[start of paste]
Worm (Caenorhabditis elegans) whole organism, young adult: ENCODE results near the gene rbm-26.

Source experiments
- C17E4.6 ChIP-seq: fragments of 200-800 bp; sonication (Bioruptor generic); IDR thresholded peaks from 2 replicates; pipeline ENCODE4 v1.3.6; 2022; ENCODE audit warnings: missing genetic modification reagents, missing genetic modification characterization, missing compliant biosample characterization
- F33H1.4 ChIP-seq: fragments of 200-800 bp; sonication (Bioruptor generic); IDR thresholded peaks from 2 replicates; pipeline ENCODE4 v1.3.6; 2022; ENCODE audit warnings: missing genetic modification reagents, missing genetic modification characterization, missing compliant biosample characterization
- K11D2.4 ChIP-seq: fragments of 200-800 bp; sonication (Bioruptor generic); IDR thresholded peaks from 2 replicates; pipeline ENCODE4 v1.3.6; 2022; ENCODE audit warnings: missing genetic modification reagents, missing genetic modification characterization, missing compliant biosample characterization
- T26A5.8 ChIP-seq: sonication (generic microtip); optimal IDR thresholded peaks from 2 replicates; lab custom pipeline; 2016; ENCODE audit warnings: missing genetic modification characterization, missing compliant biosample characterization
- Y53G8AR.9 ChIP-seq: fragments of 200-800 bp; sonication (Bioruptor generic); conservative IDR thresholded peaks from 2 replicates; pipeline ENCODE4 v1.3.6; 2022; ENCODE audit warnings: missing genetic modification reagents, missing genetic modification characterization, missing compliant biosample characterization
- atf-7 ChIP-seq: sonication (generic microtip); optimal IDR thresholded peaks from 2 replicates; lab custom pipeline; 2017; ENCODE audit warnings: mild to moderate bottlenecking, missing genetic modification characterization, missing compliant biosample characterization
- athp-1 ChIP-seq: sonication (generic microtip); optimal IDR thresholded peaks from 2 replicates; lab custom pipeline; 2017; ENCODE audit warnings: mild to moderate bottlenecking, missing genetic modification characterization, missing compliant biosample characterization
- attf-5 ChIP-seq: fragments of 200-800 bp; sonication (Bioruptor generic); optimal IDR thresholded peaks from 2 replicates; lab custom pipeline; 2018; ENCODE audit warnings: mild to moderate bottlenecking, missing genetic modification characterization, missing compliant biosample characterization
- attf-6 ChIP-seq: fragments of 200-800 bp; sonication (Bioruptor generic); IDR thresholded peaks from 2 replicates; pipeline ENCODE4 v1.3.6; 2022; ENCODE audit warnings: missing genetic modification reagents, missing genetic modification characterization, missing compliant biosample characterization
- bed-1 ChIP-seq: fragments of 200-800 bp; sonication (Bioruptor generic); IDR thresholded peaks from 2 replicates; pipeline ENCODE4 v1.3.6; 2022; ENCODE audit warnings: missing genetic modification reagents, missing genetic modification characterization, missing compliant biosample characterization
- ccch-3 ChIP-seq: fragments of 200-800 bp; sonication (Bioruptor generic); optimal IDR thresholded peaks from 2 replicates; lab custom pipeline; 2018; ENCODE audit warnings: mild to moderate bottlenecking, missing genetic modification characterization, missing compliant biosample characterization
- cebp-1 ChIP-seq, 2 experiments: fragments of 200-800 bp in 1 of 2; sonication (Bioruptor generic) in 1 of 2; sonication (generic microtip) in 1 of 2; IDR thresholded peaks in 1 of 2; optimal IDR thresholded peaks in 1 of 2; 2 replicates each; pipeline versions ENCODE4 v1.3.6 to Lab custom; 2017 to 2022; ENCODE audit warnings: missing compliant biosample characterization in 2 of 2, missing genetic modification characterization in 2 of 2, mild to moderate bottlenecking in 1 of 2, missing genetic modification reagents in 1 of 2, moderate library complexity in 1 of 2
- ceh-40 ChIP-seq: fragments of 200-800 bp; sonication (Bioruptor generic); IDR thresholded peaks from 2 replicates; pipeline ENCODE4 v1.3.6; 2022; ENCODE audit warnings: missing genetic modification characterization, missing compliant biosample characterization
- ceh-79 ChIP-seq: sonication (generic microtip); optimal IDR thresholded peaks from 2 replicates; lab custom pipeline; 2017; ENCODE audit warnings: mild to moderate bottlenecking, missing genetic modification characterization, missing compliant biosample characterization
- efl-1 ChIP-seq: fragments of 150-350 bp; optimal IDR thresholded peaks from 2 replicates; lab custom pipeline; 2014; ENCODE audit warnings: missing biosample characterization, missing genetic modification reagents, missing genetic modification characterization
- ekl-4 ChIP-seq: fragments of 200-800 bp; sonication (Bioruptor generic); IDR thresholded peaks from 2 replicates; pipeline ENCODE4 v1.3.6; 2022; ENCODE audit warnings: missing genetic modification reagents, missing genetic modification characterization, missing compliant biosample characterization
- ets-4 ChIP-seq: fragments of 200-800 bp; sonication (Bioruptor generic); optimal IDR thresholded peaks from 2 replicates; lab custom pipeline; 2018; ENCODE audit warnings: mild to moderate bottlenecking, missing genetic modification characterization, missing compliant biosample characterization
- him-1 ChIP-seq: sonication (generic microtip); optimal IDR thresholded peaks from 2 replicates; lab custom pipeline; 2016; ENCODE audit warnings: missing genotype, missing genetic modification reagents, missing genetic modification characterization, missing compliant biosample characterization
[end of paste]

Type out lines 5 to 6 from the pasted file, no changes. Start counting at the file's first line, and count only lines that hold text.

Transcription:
- K11D2.4 ChIP-seq: fragments of 200-800 bp; sonication (Bioruptor generic); IDR thresholded peaks from 2 replicates; pipeline ENCODE4 v1.3.6; 2022; ENCODE audit warnings: missing genetic modification reagents, missing genetic modification characterization, missing compliant biosample characterization
- T26A5.8 ChIP-seq: sonication (generic microtip); optimal IDR thresholded peaks from 2 replicates; lab custom pipeline; 2016; ENCODE audit warnings: missing genetic modification characterization, missing compliant biosample characterization